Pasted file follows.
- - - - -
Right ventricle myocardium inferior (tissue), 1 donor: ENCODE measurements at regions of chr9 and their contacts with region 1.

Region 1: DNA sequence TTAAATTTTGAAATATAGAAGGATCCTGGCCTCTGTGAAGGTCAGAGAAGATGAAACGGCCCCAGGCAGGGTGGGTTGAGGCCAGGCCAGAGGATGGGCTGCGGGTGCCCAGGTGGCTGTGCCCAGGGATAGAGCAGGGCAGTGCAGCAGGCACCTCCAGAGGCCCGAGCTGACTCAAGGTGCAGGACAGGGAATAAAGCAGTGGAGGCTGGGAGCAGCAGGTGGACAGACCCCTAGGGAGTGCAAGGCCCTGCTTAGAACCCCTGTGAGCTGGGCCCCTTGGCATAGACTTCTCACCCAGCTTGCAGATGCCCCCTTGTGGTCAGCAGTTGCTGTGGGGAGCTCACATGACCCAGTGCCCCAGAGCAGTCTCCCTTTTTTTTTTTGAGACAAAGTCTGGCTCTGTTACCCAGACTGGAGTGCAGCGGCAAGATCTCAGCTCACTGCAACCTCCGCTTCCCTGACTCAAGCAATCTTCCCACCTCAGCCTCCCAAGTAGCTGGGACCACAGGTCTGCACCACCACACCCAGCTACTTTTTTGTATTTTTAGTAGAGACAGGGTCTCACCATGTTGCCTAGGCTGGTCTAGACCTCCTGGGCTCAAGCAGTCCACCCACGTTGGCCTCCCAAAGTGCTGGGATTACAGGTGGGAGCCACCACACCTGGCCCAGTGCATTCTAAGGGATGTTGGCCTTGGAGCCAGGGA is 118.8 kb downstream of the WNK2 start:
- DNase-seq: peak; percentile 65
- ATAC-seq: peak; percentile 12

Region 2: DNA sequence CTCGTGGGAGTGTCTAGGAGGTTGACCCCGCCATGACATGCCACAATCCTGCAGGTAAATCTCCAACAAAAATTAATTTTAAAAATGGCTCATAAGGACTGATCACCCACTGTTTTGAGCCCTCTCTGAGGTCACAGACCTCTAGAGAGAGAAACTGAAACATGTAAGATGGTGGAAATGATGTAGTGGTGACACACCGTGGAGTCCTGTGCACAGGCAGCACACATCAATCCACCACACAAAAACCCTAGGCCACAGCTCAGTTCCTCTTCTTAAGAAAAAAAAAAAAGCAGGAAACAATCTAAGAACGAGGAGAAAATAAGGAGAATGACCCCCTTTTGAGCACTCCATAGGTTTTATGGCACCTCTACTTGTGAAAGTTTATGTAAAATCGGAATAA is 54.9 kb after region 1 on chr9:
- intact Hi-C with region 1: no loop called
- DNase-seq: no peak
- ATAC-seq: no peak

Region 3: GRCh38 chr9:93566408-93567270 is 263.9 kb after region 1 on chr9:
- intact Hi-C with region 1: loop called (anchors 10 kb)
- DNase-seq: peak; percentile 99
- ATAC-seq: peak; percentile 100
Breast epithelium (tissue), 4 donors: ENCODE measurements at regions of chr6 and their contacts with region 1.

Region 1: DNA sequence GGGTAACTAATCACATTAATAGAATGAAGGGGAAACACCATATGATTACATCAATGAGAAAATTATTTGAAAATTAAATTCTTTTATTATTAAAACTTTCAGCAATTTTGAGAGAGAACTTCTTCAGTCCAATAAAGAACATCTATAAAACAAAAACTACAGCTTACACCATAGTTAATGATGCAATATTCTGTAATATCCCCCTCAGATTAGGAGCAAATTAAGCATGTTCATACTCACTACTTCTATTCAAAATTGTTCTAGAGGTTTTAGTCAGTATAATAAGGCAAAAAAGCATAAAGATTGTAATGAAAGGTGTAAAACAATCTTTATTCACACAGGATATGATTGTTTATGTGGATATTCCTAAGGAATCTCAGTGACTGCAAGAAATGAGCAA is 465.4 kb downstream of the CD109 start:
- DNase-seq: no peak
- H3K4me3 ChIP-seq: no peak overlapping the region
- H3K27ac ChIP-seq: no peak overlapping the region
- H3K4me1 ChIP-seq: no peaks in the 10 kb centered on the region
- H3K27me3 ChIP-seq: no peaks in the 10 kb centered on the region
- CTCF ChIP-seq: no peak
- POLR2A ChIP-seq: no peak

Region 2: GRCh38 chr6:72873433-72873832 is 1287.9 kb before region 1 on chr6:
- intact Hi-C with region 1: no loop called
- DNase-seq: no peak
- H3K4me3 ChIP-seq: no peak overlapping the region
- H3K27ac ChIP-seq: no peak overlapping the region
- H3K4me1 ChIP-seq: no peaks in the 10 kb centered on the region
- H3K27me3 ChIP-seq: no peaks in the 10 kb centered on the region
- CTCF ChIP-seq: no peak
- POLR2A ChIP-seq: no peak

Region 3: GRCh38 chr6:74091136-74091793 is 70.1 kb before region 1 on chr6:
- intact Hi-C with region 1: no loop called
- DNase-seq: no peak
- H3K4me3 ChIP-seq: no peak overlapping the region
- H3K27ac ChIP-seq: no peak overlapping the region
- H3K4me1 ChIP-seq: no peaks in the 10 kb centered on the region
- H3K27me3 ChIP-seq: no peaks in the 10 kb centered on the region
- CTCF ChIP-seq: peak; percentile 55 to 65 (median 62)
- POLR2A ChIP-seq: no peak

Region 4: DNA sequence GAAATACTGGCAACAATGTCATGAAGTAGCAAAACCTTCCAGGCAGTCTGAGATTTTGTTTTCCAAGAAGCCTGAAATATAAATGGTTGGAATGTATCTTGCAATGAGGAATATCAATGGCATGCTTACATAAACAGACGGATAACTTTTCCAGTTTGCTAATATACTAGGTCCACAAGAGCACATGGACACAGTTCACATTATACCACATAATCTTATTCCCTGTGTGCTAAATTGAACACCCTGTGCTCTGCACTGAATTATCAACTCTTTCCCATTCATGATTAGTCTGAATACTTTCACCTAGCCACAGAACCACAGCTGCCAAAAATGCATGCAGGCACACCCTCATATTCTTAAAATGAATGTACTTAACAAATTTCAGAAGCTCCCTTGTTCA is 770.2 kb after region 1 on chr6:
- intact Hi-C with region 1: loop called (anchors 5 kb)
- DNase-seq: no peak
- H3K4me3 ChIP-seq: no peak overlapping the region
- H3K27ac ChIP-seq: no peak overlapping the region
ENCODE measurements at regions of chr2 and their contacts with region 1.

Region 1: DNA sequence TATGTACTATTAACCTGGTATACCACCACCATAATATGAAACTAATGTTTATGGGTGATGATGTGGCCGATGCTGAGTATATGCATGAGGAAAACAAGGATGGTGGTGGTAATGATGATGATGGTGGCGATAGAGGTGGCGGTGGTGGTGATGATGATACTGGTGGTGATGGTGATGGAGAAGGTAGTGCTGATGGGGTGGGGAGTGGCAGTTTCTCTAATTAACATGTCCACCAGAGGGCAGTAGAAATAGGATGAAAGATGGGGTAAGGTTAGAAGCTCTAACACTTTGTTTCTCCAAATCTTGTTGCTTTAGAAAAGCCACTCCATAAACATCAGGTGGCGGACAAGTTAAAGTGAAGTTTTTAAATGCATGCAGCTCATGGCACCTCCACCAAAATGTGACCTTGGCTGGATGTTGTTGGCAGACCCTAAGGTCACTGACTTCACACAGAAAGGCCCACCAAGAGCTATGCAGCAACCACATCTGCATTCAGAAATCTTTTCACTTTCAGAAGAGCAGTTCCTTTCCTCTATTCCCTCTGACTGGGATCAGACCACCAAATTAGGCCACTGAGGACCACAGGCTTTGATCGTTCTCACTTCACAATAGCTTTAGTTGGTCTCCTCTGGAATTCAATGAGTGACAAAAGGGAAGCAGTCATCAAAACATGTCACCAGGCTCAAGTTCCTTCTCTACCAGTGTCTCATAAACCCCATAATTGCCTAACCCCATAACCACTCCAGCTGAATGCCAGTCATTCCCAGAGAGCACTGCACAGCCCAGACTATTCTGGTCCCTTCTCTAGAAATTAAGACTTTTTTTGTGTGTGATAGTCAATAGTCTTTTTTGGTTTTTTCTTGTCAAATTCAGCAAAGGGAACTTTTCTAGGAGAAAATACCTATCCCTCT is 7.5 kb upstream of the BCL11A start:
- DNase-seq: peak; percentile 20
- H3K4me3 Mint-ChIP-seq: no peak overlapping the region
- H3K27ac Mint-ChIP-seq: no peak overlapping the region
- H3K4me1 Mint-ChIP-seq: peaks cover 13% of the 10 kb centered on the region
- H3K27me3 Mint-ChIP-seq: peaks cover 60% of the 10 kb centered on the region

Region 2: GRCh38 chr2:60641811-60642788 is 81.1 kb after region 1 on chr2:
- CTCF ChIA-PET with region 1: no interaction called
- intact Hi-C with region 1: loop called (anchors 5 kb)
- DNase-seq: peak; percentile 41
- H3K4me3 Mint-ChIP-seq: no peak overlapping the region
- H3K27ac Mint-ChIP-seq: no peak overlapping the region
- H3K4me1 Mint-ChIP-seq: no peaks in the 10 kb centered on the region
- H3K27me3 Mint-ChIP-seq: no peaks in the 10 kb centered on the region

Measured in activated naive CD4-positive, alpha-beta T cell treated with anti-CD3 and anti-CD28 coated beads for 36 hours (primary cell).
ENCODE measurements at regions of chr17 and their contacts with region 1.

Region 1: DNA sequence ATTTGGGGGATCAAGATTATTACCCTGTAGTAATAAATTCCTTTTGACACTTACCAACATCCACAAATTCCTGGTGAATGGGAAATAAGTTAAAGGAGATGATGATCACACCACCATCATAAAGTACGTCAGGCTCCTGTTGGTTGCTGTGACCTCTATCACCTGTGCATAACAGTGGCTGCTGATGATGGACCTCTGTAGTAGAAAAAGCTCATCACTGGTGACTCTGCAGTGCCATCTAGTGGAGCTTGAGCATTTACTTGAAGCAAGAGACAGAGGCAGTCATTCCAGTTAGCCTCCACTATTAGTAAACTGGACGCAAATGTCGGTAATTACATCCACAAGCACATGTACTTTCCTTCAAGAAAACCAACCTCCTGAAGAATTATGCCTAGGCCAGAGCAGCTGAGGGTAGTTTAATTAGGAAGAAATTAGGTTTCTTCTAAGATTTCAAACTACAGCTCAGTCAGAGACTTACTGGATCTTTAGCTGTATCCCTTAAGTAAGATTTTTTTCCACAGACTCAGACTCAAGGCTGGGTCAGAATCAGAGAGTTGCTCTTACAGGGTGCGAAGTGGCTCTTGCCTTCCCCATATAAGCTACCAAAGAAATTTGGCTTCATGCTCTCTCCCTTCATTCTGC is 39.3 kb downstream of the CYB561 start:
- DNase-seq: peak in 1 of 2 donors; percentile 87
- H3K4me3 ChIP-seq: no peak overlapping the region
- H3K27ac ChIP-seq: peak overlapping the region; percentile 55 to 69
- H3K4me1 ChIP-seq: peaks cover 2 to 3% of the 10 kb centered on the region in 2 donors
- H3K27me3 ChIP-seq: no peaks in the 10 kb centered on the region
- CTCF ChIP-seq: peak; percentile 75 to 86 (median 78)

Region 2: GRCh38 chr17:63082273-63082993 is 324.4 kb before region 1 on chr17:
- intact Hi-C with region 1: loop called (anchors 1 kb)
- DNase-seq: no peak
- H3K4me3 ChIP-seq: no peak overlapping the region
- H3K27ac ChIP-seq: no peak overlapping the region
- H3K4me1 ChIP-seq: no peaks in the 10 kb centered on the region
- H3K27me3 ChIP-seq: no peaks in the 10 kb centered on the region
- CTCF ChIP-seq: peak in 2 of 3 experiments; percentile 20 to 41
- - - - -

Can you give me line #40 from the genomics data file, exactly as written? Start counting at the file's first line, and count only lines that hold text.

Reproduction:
Region 4: DNA sequence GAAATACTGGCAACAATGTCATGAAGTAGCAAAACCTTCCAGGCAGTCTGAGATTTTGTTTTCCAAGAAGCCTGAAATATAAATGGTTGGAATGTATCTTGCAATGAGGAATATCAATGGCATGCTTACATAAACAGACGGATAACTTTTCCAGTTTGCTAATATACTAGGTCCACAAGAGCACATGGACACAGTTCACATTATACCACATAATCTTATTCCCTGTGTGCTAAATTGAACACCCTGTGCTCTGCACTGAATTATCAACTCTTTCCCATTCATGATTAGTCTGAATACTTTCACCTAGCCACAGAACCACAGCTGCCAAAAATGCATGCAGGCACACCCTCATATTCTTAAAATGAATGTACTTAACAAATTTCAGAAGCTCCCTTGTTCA is 770.2 kb after region 1 on chr6: